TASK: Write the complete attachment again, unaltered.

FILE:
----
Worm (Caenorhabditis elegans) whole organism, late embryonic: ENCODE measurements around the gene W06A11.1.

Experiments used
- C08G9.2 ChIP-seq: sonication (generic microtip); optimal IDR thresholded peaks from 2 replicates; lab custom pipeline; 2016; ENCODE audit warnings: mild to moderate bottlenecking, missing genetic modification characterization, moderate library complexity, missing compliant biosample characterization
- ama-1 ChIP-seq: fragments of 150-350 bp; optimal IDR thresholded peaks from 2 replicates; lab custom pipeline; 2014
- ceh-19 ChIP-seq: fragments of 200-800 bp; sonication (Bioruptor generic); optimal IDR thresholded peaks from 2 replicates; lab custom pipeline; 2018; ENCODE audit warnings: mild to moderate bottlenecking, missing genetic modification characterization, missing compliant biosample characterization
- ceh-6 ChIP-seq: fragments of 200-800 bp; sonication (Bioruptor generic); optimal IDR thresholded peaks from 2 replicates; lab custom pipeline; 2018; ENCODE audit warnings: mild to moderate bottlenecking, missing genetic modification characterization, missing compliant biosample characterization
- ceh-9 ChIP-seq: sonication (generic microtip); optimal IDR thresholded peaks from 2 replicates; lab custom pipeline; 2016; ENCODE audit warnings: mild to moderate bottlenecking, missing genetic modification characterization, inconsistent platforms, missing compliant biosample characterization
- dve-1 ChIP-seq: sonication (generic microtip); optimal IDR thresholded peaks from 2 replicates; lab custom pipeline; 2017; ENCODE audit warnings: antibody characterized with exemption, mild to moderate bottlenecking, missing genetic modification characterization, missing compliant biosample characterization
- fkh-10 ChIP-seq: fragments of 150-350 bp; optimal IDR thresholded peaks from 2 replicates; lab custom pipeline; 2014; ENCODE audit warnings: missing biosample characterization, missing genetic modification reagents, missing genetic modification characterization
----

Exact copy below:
Worm (Caenorhabditis elegans) whole organism, late embryonic: ENCODE measurements around the gene W06A11.1.

Experiments used
- C08G9.2 ChIP-seq: sonication (generic microtip); optimal IDR thresholded peaks from 2 replicates; lab custom pipeline; 2016; ENCODE audit warnings: mild to moderate bottlenecking, missing genetic modification characterization, moderate library complexity, missing compliant biosample characterization
- ama-1 ChIP-seq: fragments of 150-350 bp; optimal IDR thresholded peaks from 2 replicates; lab custom pipeline; 2014
- ceh-19 ChIP-seq: fragments of 200-800 bp; sonication (Bioruptor generic); optimal IDR thresholded peaks from 2 replicates; lab custom pipeline; 2018; ENCODE audit warnings: mild to moderate bottlenecking, missing genetic modification characterization, missing compliant biosample characterization
- ceh-6 ChIP-seq: fragments of 200-800 bp; sonication (Bioruptor generic); optimal IDR thresholded peaks from 2 replicates; lab custom pipeline; 2018; ENCODE audit warnings: mild to moderate bottlenecking, missing genetic modification characterization, missing compliant biosample characterization
- ceh-9 ChIP-seq: sonication (generic microtip); optimal IDR thresholded peaks from 2 replicates; lab custom pipeline; 2016; ENCODE audit warnings: mild to moderate bottlenecking, missing genetic modification characterization, inconsistent platforms, missing compliant biosample characterization
- dve-1 ChIP-seq: sonication (generic microtip); optimal IDR thresholded peaks from 2 replicates; lab custom pipeline; 2017; ENCODE audit warnings: antibody characterized with exemption, mild to moderate bottlenecking, missing genetic modification characterization, missing compliant biosample characterization
- fkh-10 ChIP-seq: fragments of 150-350 bp; optimal IDR thresholded peaks from 2 replicates; lab custom pipeline; 2014; ENCODE audit warnings: missing biosample characterization, missing genetic modification reagents, missing genetic modification characterization